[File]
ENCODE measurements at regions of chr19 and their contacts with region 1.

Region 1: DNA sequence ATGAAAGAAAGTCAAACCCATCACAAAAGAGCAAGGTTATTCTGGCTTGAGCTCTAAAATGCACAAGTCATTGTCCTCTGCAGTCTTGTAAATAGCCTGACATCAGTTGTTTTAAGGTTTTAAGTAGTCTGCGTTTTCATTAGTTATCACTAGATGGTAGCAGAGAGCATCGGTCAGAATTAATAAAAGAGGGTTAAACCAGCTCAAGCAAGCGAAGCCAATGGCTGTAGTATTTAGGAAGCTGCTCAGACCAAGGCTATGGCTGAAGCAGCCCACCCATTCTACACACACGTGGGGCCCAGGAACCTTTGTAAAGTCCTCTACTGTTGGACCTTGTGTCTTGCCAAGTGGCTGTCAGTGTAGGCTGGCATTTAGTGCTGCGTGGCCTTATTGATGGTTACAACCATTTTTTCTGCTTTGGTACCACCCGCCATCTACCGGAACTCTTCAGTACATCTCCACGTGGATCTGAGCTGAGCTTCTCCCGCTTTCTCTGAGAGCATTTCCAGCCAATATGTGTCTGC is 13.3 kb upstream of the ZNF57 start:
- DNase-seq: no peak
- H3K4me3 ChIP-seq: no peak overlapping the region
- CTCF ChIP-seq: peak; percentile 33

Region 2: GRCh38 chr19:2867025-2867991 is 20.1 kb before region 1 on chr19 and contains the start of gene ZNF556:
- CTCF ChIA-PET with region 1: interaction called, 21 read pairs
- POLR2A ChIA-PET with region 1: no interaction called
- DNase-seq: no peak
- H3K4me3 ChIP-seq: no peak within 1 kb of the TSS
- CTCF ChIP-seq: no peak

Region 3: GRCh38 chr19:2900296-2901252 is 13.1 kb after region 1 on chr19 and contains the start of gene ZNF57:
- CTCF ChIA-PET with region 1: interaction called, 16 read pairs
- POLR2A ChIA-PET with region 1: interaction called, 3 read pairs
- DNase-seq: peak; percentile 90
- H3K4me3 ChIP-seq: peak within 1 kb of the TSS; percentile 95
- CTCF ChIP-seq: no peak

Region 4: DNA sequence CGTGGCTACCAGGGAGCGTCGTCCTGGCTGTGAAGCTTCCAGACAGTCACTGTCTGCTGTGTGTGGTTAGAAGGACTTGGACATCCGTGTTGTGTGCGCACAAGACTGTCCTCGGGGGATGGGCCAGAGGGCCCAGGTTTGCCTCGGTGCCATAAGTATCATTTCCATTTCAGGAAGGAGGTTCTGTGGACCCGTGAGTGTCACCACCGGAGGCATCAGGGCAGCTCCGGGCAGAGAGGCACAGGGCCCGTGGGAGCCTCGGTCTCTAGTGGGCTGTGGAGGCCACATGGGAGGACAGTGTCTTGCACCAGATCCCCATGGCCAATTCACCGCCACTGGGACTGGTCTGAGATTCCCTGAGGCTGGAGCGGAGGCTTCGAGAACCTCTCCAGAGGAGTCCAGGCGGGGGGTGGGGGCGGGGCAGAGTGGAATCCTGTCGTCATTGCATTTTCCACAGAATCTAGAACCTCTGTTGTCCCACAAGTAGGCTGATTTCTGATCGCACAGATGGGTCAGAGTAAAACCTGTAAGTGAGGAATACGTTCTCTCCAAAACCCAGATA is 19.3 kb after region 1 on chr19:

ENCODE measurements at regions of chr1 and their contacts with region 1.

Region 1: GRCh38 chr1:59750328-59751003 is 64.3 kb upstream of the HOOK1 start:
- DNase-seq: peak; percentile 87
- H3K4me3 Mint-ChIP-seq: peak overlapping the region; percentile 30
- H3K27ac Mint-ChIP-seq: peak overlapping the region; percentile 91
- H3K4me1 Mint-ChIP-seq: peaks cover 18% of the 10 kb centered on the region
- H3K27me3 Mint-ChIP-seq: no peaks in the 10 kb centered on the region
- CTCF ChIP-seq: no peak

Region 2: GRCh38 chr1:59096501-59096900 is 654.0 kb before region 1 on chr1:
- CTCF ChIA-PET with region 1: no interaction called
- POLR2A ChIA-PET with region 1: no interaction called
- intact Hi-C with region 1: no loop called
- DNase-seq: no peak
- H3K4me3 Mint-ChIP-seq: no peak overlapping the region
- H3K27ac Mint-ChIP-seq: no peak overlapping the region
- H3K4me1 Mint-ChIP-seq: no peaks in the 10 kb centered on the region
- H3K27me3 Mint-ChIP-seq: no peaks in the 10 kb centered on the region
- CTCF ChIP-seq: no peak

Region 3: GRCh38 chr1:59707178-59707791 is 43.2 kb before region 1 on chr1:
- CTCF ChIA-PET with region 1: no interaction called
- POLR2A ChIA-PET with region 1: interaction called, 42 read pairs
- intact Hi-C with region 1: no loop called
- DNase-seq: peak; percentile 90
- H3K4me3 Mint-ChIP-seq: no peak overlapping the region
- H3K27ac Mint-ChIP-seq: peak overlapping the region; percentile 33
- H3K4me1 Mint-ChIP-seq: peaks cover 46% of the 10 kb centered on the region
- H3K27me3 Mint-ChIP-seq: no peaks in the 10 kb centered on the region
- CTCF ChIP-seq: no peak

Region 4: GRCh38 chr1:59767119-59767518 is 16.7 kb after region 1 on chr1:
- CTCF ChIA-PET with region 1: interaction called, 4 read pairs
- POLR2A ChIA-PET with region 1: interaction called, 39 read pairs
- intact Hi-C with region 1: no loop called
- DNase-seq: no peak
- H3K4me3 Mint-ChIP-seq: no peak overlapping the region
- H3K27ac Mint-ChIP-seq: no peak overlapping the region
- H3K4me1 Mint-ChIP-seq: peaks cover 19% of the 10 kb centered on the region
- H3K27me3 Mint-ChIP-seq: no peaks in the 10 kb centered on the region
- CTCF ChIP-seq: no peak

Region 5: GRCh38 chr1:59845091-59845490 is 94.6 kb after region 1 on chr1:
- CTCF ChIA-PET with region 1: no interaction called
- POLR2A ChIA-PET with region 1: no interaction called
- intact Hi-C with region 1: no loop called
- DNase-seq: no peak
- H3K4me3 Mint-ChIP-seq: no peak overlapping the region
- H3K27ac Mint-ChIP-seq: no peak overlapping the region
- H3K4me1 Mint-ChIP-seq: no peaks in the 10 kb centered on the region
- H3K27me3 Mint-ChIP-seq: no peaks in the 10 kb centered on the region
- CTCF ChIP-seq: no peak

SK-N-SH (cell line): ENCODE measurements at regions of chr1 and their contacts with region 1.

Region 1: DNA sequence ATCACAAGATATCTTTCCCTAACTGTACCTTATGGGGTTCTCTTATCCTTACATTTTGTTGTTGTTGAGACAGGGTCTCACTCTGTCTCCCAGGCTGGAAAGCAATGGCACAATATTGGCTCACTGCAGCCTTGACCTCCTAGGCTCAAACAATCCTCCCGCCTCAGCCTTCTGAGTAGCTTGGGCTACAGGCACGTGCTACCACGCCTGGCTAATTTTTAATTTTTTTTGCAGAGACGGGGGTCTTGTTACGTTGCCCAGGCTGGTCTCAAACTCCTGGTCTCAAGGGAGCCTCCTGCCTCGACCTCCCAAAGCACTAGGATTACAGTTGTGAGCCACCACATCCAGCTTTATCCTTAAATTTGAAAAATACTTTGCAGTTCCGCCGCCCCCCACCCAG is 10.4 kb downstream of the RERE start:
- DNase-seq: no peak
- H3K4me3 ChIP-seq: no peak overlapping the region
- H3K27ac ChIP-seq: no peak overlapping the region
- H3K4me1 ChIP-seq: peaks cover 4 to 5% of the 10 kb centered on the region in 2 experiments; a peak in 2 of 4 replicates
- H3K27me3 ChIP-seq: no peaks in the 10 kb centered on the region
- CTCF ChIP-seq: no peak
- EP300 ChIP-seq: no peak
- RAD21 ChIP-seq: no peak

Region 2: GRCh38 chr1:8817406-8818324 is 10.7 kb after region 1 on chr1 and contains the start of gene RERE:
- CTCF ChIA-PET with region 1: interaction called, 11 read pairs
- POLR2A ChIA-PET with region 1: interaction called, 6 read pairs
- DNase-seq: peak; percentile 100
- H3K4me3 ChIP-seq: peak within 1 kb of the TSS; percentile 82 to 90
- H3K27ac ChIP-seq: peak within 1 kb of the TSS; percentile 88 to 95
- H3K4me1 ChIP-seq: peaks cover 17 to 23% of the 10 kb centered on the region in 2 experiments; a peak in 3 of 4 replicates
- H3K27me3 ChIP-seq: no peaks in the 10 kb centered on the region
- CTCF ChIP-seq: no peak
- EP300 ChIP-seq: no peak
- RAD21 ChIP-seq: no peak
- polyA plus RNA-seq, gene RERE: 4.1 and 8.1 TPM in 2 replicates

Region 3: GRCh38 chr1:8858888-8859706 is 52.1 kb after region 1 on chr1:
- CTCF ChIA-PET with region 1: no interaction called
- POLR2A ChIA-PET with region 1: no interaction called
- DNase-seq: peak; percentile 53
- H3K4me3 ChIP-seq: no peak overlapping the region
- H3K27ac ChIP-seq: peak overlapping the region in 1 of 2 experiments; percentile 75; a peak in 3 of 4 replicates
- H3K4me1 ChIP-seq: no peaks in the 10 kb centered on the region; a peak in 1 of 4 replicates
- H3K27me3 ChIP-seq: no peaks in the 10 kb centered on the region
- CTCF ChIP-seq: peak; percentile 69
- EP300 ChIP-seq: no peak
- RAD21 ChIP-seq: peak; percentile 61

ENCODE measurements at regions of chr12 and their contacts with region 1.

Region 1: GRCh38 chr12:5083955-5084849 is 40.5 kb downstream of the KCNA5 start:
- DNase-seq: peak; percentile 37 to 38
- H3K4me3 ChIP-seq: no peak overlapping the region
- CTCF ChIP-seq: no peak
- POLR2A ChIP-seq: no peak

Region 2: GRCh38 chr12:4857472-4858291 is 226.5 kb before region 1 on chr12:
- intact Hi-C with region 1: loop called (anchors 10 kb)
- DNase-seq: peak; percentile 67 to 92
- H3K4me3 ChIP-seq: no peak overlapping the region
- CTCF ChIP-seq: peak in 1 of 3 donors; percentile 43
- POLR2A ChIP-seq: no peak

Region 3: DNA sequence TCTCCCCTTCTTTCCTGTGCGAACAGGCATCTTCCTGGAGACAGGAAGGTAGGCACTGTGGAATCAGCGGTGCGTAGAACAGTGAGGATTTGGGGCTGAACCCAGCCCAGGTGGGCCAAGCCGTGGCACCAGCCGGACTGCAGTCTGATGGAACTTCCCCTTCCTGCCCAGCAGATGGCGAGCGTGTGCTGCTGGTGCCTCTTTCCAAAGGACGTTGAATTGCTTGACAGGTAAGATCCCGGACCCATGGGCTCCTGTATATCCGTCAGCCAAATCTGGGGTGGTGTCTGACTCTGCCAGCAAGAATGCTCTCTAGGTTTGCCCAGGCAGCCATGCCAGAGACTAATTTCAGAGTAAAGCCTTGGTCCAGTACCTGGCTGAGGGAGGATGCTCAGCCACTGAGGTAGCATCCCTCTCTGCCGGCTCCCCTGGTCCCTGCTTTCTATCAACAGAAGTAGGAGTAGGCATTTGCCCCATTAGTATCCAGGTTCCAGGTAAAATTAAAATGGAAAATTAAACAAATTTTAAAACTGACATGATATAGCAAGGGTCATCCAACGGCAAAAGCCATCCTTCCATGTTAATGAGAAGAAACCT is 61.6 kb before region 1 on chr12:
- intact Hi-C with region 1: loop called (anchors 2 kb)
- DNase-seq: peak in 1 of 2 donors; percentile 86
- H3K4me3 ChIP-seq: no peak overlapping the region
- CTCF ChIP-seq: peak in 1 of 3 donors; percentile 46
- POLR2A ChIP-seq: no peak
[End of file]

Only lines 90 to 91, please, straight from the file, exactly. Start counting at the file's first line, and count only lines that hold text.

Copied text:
- CTCF ChIA-PET with region 1: no interaction called
- POLR2A ChIA-PET with region 1: no interaction called